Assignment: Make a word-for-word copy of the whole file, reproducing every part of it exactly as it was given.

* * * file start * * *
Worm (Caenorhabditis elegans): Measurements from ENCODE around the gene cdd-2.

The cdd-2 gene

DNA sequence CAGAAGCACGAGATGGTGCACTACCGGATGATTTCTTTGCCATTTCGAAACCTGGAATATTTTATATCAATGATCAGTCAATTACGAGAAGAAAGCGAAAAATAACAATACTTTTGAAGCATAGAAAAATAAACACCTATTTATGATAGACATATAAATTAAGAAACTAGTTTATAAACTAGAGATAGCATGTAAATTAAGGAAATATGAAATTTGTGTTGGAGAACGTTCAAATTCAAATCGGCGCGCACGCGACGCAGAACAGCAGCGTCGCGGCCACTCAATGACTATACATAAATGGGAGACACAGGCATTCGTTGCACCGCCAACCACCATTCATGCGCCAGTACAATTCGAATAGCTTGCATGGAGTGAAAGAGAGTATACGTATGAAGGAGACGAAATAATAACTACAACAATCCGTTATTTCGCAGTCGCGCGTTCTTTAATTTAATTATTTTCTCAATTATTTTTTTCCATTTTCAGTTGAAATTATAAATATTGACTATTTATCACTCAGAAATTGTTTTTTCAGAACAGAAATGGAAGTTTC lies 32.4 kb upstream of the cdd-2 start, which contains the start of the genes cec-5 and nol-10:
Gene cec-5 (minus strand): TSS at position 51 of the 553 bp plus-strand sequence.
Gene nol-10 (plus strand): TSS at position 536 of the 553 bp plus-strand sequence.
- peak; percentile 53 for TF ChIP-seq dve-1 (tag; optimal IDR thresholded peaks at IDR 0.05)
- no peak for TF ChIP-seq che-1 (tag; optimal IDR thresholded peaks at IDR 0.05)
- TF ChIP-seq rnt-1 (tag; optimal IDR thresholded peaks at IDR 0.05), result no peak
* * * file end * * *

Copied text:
Worm (Caenorhabditis elegans): Measurements from ENCODE around the gene cdd-2.

The cdd-2 gene

DNA sequence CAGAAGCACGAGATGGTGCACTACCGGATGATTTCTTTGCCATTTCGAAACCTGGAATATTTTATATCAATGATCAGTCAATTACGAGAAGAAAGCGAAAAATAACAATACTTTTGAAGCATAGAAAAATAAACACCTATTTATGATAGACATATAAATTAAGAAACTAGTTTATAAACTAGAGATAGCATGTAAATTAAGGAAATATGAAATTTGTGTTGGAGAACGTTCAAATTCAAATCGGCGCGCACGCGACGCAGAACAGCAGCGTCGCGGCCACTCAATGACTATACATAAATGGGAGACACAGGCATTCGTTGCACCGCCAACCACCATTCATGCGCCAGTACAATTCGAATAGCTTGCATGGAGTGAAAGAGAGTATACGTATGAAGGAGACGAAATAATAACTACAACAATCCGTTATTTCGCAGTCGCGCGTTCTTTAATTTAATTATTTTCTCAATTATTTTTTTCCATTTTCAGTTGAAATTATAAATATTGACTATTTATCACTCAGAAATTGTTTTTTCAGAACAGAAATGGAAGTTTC lies 32.4 kb upstream of the cdd-2 start, which contains the start of the genes cec-5 and nol-10:
Gene cec-5 (minus strand): TSS at position 51 of the 553 bp plus-strand sequence.
Gene nol-10 (plus strand): TSS at position 536 of the 553 bp plus-strand sequence.
- peak; percentile 53 for TF ChIP-seq dve-1 (tag; optimal IDR thresholded peaks at IDR 0.05)
- no peak for TF ChIP-seq che-1 (tag; optimal IDR thresholded peaks at IDR 0.05)
- TF ChIP-seq rnt-1 (tag; optimal IDR thresholded peaks at IDR 0.05), result no peak